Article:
The purpose of this post is to show you what I mean. If you were like me and never really got the whole B&W thing, then take a little time and read this post and maybe it will help. What have you got to lose....Nothing....what have you got to gain....Everything.
The advantage of seeing a subject in black and white is that the lines, shapes, and mood can be completely different. Free of the distraction of color, the eye is left to see the geometric designs of lines and shapes more clearly. Things that we very well may have missed by marveling at the wonderfully cherry red mixed with shiny chrome.
Ok, lets pull some of this together in a final demonstration. You may recognize this photo from my "Black Eyed Peas" post of two days ago. In the photo, I'm hoping you can see the difference removing the color makes. In the black and white version, the interaction and animation of the subjects is so much more heightened. The "lean in" of the fellow on photo left to the fellow on photo right is more predominant; as is all of the body action between the subjects. A fact that would take longer to reach in the color version. This is because the black and white version allows the lines and curves of the body to be more clearly visible. This applies even in the face where the expression is heightened from being able to see the features of the face even more. Not only that, this picture could have been taken yesterday or in 1961, thus enforcing a timelessness to the photograph. This picture was actually just taken the other day at a Latin Festival.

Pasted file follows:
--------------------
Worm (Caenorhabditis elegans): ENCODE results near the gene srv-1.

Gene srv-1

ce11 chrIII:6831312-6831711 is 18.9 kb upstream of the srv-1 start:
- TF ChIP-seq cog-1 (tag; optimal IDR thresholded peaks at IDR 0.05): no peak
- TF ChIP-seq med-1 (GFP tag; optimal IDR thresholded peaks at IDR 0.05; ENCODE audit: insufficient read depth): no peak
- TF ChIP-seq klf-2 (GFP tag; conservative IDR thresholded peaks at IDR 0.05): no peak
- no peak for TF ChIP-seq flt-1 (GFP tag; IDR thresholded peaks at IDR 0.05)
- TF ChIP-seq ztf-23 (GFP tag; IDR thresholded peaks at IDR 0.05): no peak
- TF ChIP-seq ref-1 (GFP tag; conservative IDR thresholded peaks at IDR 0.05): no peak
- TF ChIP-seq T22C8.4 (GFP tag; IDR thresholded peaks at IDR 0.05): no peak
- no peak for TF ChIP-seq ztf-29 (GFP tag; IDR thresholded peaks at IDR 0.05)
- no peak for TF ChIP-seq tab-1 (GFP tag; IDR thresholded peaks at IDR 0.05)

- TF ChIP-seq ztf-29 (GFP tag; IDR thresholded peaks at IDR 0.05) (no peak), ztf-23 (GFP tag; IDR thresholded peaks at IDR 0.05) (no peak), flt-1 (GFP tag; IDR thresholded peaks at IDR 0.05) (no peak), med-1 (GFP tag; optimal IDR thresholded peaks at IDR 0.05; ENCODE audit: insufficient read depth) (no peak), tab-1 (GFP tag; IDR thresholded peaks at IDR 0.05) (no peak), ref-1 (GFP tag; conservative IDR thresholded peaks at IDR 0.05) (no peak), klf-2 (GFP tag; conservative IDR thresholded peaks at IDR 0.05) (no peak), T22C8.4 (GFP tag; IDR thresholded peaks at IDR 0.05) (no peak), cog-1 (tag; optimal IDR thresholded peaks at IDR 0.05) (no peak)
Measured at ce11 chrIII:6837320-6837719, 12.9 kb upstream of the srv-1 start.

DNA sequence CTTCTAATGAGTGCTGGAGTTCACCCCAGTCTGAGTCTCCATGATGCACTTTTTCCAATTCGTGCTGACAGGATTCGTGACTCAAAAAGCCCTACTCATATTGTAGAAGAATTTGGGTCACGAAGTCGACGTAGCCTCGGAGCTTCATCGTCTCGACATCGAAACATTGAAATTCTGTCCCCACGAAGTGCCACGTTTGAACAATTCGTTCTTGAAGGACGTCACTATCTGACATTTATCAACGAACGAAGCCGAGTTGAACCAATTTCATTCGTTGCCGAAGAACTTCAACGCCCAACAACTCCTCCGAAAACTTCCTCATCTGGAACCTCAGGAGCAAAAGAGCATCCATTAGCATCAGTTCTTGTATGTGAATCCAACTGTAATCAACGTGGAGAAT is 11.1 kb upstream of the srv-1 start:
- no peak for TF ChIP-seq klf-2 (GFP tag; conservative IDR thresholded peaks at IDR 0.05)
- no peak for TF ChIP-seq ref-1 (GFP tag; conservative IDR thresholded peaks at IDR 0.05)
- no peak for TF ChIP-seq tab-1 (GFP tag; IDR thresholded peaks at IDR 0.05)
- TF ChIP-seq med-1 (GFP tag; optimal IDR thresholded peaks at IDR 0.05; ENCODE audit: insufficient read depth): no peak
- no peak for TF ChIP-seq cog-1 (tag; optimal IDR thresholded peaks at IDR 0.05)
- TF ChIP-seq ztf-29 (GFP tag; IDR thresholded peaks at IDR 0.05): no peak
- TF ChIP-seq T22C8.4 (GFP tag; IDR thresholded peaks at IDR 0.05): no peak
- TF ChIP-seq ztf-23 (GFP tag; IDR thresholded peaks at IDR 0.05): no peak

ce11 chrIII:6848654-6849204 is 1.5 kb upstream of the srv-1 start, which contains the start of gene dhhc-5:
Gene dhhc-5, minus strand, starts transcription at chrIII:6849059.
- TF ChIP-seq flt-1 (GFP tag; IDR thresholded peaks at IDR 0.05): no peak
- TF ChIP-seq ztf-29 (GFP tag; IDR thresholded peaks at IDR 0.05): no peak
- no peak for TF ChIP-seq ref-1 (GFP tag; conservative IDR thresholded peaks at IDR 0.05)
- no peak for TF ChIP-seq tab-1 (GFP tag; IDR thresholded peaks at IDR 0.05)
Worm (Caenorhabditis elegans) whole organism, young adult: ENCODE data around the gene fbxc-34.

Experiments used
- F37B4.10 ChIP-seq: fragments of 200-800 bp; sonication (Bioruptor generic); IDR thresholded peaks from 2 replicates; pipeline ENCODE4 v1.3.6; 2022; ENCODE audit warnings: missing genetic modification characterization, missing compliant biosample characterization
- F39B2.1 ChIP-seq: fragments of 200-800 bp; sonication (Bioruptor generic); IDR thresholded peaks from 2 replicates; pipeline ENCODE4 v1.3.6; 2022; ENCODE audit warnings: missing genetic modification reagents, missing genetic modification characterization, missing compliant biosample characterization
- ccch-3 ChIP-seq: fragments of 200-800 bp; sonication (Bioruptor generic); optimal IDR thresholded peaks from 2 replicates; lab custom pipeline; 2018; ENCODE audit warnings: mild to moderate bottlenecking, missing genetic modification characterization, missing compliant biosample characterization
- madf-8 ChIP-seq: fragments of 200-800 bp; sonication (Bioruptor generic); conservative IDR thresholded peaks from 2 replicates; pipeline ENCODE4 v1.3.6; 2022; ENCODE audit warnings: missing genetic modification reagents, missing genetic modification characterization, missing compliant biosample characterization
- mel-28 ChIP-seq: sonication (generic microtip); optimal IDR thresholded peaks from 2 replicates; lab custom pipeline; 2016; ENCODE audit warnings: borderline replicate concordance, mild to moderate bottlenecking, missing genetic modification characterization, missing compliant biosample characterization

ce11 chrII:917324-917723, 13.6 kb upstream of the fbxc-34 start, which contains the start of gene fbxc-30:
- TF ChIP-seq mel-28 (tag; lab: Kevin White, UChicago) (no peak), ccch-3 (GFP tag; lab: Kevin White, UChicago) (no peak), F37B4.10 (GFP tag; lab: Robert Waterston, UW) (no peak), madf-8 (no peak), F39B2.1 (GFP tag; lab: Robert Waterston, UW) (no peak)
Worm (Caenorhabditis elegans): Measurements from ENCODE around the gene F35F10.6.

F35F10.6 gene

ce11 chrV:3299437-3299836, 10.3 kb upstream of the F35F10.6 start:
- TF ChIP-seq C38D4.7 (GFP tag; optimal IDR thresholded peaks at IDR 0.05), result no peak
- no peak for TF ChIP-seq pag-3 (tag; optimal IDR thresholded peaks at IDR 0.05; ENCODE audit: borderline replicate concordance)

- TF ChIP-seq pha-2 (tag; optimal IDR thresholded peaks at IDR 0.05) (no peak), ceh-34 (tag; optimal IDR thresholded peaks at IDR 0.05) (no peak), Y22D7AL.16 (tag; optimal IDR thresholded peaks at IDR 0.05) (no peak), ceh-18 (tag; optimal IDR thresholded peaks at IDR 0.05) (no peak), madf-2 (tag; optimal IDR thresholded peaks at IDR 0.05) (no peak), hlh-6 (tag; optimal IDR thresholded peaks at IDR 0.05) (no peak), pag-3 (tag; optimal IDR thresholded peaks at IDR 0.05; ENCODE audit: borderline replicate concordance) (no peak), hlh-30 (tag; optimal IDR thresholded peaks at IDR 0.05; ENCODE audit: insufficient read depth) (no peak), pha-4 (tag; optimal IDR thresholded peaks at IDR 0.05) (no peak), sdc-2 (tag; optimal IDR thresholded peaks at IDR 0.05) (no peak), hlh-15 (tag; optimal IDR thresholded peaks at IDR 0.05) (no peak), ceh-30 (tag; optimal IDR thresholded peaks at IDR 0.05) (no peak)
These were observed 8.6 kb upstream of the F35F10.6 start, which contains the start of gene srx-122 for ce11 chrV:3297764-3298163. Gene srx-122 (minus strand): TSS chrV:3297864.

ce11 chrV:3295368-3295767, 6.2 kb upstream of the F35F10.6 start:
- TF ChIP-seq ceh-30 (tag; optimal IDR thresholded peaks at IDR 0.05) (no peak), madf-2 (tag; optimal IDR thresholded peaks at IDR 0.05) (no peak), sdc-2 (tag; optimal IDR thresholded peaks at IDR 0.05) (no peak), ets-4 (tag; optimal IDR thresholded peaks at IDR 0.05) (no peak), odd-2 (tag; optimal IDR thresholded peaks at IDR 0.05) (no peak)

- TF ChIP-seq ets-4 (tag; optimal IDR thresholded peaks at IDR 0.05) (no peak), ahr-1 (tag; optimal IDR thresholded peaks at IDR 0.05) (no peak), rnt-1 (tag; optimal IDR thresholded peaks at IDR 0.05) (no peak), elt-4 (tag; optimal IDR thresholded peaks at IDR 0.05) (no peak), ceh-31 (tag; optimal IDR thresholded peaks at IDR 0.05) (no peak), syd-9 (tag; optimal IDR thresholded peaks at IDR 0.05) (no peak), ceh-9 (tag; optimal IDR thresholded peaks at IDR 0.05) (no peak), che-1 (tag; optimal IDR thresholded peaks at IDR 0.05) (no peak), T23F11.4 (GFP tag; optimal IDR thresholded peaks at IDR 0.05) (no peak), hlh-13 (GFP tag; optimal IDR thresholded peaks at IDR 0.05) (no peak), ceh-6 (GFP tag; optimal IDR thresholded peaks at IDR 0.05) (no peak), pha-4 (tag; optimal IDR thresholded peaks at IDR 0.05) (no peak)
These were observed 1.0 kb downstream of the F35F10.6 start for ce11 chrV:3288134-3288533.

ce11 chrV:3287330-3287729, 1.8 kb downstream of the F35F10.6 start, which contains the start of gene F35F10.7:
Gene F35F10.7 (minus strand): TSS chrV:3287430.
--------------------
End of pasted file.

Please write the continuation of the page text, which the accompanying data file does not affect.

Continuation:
I don't know if this helps you gain a greater appreciation for black and white images or not. If it did, then the post and your time was worth it.
Please comment and/or express your opinions. I love both the positive and the negative. The positive, because I have an ego. The negative, because it helps me learn.
Now back to Berenice Abbott. Did you think I would forget? Berenice is a famous American photographer. Except for a formative and influential decade in Paris in the 1920s, she spent most of her productive life in photography in New York City.
Her photographs reflect her appreciation for the profound documentary capacity of rigorously conceived images to impart information in an aesthetically engaging way.
For very good Black and White examples, click here to go to the NYPL to see her work from 1935-1939, called Changing New York. I particularly like her photograph of the news stand. The detail in it is amazing and technically very hard to achieve.